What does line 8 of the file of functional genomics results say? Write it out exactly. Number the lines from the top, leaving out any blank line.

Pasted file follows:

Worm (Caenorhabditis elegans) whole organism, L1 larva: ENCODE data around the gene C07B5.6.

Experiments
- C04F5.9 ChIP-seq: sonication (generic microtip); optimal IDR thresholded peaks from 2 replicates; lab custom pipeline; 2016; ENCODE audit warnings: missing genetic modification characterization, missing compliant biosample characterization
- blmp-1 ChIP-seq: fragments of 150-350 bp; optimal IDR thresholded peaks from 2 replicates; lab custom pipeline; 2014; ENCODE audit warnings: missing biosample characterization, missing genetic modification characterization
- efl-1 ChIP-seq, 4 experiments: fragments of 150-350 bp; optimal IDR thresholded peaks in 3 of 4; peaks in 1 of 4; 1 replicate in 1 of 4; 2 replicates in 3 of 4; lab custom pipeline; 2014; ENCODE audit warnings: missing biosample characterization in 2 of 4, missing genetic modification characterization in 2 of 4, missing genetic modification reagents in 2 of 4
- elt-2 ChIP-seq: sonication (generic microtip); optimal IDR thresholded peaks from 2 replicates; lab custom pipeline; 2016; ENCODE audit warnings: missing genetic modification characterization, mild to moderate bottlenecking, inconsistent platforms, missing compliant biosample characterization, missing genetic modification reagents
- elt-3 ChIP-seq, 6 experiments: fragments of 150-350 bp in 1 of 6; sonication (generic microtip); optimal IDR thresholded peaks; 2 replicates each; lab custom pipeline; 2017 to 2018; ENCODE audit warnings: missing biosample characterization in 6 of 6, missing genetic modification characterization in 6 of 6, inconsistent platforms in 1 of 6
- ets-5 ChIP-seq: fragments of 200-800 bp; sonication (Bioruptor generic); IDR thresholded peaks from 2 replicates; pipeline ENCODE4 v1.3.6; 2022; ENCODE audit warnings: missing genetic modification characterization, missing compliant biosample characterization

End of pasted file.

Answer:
- ets-5 ChIP-seq: fragments of 200-800 bp; sonication (Bioruptor generic); IDR thresholded peaks from 2 replicates; pipeline ENCODE4 v1.3.6; 2022; ENCODE audit warnings: missing genetic modification characterization, missing compliant biosample characterization